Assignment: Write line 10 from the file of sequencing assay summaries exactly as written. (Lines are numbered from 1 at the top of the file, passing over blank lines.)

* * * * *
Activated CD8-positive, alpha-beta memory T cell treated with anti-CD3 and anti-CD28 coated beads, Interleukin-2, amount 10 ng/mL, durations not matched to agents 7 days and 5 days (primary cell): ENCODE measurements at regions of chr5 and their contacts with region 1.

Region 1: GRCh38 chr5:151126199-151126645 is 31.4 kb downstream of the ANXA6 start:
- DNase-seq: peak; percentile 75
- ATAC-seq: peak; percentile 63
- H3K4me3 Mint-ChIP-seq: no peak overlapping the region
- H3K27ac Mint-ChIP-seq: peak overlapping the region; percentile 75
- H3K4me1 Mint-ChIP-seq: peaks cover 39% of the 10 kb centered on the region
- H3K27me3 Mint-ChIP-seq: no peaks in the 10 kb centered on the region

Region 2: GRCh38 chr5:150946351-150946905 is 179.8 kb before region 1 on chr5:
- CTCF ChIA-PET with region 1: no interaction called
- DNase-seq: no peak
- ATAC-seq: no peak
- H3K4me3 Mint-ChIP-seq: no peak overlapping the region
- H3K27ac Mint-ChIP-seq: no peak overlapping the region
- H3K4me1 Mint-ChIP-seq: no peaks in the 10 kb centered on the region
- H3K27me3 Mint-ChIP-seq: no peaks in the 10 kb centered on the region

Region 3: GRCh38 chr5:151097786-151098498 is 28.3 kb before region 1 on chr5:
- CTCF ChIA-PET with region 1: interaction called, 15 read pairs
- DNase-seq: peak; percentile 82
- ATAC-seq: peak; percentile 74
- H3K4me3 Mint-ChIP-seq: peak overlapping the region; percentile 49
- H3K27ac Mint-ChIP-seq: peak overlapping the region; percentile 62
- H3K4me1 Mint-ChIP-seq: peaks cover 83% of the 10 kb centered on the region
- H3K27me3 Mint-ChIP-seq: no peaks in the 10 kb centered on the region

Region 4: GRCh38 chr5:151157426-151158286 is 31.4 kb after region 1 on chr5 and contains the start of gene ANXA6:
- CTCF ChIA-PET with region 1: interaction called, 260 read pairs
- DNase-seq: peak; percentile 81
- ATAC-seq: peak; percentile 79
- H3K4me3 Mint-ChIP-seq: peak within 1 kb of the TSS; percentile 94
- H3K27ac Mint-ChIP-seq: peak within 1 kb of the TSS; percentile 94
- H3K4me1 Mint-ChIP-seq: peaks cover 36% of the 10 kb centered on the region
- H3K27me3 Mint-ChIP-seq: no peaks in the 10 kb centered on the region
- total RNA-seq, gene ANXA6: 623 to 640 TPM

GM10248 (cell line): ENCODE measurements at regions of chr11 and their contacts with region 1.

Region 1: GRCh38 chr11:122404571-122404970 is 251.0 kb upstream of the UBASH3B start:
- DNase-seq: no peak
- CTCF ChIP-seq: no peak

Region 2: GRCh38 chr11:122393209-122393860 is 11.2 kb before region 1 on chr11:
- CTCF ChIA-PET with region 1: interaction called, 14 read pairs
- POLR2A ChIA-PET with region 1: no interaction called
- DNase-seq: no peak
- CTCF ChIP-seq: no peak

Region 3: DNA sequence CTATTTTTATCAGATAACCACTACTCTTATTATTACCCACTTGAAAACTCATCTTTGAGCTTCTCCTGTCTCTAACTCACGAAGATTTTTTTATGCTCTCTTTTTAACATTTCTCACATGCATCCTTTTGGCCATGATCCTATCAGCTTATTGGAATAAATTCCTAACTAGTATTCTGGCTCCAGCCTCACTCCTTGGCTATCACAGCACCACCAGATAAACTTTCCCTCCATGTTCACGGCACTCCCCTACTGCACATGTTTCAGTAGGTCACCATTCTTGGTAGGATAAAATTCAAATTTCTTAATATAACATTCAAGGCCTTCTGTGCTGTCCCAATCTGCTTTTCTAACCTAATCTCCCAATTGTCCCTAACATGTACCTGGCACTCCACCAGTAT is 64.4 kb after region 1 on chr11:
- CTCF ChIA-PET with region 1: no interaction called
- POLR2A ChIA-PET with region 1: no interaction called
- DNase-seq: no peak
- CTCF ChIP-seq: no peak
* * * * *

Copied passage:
- CTCF ChIA-PET with region 1: no interaction called